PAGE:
Stewart Baker writes that CISPA "would have undone a couple of overbroad privacy laws from the 60s and the 80s."
But he doesn't tell us the names of those laws.
He also neglects to tell us that CISPA goes much further, by saying that "Notwithstanding" any law, our medical records, passwords, and emails can be shared without telling us.
Baker makes CISPA seem like it would narrowly affect privacy.
In reality, CISPA would broadly destroy privacy.
Baker also implies that ISPs can't share malware information under current law.
In reality, they can. They do it through a non-profit, "the National Cyber Forensics and Training Alliance." Kashimir Hill wrote about it in a Forbes article, "The FBI Workaround For Private Companies To Share Information With Law Enforcement Without CISPA."
SEC. 702. VOLUNTARY DISCLOSURE OF CYBERSECURITY
THREAT INDICATORS AMONG PRIVATE ENTI3
(a) AUTHORITY TO DISCLOSE.— Notwithstanding any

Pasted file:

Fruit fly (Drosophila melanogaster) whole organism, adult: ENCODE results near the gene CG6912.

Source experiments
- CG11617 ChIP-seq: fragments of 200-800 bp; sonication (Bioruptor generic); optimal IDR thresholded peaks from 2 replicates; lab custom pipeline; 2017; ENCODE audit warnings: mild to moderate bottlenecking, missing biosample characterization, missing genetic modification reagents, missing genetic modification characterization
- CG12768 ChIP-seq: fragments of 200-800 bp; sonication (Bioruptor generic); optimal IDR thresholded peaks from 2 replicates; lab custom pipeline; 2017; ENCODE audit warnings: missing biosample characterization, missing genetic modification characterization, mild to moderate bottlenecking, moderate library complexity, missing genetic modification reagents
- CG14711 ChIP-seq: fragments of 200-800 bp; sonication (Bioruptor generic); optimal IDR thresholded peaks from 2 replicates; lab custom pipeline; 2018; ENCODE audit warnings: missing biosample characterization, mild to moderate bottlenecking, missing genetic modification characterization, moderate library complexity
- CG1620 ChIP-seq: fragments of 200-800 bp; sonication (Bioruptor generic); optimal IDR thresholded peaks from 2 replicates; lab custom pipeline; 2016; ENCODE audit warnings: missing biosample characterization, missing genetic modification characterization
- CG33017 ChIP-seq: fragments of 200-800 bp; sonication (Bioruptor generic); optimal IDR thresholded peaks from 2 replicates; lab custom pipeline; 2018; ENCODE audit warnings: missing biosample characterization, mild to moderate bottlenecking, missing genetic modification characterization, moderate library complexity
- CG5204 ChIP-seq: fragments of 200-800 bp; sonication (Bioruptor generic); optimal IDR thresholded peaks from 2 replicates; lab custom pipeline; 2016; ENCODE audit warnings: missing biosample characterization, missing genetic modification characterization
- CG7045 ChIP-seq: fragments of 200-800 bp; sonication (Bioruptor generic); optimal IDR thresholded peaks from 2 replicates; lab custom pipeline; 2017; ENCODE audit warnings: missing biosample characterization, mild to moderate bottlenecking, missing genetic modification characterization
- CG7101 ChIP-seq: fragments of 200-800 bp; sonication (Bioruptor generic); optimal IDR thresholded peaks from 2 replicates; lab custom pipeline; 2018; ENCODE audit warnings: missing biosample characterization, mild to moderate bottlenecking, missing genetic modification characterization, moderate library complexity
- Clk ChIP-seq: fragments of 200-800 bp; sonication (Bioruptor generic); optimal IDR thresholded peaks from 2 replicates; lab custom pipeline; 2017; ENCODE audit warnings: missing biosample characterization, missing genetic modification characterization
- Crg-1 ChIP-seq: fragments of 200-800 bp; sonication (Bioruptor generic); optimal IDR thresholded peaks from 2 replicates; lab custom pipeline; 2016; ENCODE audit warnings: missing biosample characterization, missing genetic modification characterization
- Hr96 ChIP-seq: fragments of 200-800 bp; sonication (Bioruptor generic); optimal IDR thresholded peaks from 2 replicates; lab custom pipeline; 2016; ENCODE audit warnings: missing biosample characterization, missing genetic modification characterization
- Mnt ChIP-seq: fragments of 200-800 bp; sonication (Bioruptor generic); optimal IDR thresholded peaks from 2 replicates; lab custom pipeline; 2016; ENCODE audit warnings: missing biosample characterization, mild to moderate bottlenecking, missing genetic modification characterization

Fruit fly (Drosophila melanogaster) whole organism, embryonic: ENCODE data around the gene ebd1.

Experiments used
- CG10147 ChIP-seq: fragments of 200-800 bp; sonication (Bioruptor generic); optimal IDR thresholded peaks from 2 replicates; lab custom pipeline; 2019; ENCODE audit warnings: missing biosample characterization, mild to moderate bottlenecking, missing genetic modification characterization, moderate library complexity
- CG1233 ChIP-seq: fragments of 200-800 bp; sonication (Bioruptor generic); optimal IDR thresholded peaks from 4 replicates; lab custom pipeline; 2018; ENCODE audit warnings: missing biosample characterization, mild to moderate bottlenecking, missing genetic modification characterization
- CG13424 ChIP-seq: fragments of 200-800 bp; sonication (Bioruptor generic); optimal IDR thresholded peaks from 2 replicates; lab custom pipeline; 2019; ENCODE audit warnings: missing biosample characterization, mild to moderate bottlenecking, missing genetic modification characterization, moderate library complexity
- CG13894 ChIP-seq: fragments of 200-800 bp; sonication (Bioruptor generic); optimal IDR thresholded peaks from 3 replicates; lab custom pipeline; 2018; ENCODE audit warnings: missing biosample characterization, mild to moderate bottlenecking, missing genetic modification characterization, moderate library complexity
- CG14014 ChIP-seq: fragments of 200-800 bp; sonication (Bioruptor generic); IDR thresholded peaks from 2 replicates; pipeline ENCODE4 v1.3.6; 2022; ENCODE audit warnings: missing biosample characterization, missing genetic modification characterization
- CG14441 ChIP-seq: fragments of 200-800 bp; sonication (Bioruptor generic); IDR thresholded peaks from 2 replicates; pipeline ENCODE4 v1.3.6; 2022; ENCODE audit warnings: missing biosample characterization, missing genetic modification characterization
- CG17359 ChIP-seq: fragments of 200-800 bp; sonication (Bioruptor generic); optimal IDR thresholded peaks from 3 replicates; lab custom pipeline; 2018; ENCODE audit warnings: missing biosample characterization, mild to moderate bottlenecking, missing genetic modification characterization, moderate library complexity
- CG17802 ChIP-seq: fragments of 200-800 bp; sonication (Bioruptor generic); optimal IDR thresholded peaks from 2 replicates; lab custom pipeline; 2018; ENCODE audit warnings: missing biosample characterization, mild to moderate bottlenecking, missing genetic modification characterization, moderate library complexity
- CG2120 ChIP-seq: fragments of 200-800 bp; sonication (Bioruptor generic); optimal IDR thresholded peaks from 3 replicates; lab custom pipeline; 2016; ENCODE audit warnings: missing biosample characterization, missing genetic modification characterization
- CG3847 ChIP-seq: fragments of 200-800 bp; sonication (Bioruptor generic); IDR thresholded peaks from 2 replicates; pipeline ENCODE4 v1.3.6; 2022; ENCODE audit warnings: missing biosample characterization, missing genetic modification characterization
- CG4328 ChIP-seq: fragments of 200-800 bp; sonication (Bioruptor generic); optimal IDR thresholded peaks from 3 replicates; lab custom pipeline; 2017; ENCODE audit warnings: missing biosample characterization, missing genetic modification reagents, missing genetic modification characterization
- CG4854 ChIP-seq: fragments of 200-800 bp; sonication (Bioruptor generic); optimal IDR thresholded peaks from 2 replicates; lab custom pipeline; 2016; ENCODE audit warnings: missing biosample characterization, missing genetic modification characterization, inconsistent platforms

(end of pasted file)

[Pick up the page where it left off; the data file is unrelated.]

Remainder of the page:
other provision of law, any private entity may disclose law
fully obtained cybersecurity threat indicators to any other
private entity in accordance with this section.
A newspaper publishes a story about illegal activity by a corporation. Then the corporation can contact the email-provider of the journalist who wrote the story, and say the information in the article was based on unauthorized computer access, and therefore they need to read the journalist's emails to find out who contacted him. Then the corporation can fire the whistleblower and may even press charges against the whistleblower.
The law removes all privacy protection with the phrase "Notwithstanding any
other provision of law." Emails, passwords, and medical records can all be distributed under it without the users permission, and without the user ever being told.